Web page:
Another Horsemeat Scandal Hits France
Good doesn’t always win over evil in this world, but evil can ultimately destroy itself. The concept of vaccines is simply a dead virus being used to help the body recognize the threat and stimulate defenses against the living virus. So it’s poetic justice that horses used to develop vaccines might well be the stimulus that turns the horse eating French against the idea of eating horsemeat. Read the news about the latest scandal, then read the next article from a blog about the reaction on the streets of France. - Jerry – PS: If all goes as planned in the next couple of days, there will be some very exciting breaking news. Stand by
French police conducted searches across the nation’s south as part of an investigation into trafficking of horsemeat unfit for human consumption that was entering the food chain, theAgriculture Ministry said.
The case involves fraudulent identity papers for horses, Brice Robin, the public prosecutor in Marseilles, said at a press conference today. Twenty-one people were arrested in France as well as Spain for reselling horse meat from animals used in the pharmaceutical industry, broadcaster France 3 reported, citing law-enforcement officers.
Sanofi (SAN), France’s largest drugmaker, said its vaccines unit is a victim of the fraud, and is assisting authorities in the investigation. The company uses live horses when producing serums such as anti-tetanus shots. Horse meat is eaten in parts of France, Belgium, Luxembourg andItaly, according to the website of Humane Society International.
“There are horses that should not end up in your plate nor at the butcher, and that is the topic of this investigation,” Consumer Affairs Minister Benoit Hamon said in an interview with broadcaster RTL.
The horses used to produce serums on average stay at the drugmaker’s premises for three years, after which they’re sold “in good health” to equestrian centers, veterinary schools and professionals, Sanofi Pasteur, the drugmaker’s vaccines unit, said in an e-mailed statement.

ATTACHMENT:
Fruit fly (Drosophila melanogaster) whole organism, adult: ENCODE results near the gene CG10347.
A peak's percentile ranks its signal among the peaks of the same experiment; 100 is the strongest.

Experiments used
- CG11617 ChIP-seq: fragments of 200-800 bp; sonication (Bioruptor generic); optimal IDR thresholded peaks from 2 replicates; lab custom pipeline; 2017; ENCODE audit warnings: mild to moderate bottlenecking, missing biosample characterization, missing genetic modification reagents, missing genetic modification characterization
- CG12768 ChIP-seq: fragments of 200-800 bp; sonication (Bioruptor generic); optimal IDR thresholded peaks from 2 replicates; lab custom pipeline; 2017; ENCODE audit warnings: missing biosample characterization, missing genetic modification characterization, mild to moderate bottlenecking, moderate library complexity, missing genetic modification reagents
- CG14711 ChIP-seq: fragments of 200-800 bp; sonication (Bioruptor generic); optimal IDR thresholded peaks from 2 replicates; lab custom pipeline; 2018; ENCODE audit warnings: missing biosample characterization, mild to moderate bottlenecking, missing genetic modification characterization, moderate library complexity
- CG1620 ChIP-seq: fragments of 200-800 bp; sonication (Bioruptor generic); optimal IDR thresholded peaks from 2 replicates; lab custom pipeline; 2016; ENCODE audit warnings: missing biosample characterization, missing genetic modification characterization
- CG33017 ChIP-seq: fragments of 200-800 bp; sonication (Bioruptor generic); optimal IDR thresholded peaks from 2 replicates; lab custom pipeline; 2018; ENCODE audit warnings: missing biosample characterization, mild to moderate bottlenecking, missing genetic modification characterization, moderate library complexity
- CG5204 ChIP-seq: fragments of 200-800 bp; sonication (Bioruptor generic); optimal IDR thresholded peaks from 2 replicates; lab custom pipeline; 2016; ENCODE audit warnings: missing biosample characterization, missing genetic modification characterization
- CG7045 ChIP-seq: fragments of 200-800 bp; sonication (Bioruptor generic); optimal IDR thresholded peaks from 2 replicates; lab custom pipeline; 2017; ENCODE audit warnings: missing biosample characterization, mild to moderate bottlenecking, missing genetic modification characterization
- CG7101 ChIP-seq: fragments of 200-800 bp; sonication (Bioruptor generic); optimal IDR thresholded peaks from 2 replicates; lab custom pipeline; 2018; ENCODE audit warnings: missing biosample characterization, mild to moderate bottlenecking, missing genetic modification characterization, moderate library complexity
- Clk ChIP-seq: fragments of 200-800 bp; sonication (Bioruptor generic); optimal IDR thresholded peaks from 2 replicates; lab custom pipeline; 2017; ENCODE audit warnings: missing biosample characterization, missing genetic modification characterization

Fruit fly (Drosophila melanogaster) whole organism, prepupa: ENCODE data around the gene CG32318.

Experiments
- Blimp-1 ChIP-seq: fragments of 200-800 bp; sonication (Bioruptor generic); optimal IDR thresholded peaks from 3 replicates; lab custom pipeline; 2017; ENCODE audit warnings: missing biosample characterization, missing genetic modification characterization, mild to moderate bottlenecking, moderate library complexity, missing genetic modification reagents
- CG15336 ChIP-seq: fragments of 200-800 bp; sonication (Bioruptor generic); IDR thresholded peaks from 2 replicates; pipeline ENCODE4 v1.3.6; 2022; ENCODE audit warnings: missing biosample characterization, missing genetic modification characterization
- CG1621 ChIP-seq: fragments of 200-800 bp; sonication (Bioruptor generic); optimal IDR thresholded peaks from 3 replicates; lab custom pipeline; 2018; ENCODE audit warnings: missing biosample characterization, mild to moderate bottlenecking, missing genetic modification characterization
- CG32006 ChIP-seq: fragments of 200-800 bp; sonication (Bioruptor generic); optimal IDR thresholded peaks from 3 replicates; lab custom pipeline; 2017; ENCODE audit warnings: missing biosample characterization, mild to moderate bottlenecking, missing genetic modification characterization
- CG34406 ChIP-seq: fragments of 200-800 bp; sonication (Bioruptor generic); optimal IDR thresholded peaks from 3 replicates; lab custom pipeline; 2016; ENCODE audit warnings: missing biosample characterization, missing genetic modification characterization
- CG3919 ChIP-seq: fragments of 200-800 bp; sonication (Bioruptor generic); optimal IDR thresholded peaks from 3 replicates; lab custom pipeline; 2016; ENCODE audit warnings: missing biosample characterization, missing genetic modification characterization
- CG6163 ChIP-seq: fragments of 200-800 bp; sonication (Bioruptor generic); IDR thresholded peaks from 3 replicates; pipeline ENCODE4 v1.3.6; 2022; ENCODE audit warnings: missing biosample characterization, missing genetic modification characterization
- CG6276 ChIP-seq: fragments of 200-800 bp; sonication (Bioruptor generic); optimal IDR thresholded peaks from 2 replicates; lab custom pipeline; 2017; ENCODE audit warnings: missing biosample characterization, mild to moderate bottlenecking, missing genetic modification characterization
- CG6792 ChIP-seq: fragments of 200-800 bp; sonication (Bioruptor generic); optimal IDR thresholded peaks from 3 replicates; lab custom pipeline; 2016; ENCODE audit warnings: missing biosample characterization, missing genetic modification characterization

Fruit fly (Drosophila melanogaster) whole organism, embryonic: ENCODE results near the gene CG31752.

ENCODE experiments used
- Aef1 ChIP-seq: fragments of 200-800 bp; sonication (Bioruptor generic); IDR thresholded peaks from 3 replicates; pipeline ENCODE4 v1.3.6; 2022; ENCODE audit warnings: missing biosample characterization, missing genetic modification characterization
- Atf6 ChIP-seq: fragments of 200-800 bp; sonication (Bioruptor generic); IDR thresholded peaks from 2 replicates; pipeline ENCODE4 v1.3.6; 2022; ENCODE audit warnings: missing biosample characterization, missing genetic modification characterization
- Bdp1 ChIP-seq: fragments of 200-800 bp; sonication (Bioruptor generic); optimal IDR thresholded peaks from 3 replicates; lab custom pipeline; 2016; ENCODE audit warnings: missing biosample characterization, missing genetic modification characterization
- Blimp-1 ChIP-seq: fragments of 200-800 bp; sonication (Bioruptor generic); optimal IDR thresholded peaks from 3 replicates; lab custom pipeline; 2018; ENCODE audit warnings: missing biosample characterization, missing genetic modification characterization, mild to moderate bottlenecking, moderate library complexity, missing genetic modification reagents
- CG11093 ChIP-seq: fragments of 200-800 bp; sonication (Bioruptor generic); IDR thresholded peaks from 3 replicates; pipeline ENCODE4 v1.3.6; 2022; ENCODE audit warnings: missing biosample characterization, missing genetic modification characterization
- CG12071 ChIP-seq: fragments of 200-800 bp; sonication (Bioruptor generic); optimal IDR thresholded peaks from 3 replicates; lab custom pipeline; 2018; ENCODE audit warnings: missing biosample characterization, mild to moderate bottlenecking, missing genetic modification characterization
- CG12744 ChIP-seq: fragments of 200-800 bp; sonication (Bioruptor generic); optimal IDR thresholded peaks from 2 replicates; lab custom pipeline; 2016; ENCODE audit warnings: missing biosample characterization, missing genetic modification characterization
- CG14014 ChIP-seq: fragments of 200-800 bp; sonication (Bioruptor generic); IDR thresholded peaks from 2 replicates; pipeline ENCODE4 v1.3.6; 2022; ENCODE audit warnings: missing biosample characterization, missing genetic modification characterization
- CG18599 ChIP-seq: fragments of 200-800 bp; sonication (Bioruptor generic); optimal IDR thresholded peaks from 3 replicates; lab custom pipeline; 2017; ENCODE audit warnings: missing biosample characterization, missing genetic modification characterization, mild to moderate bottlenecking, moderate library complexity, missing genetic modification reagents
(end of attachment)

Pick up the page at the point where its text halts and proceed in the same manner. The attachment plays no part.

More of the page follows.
“Though they represent no danger, Sanofi Pasteur always informs buyers that these horses must not be used in the food industry,” the company wrote. “Sanofi Pasteur will exercise its right to pursue in court any buyer who did not abide by this obligation, of which they were informed at the time of purchase.”
By Sara Miller Llana, Staff writer / December 16, 2013, Christian Science Monitor
After arriving in France in April, I know I thought twice about buying any frozen food containing meat. The country was still reeling from a horse-meat mega scandal, after tons of it had been marketed as beef and sold in ready-made frozen meals that showed up across Europe.
Now horse meat is in the news again, but this time it’s far more worrisome. The investigation is unfolding, but in short, meat from horses used for medical research has ended up in the food chain, French officials said Monday.
The scandal involves the pharmaceutical company Sanofi, whose spokesman says the horses used to incubate antibodies were sold and labeled as not fit for human consumption. But along the way papers were allegedly falsified, and instead of the horses being killed and disposed of, they were sold to butcher houses between 2010 and 2012. The company has said it was unaware of the fraud and is cooperating with investigators.
“It could involve hundreds of horses if this has been going on for several years. In the last three years, we must have discharged about 200 horses,” spokesman Alain Bernal told Reuters.
The news emerged after raids in 11 regions of southern France – and at least one site in Spain, according to Agence France-Presse. Twenty-one people have been arrested, including traders, veterinarians, and butchers, according to local reports.
When I talk to Parisians about food, I find they are like residents of other urban centers across the globe who are increasingly worried about the globalization of food and its sources. “Eat local” is just as big a movement here as anywhere else. I have a friend who just got a job in Paris for a farmer in the south of France who is trying to sell products directly to the consumer and bypass the intermediary – who might not, like in this horse-meat case, be committing fraud, but is inflating prices nonetheless. I hear more about this type of effort all the time.
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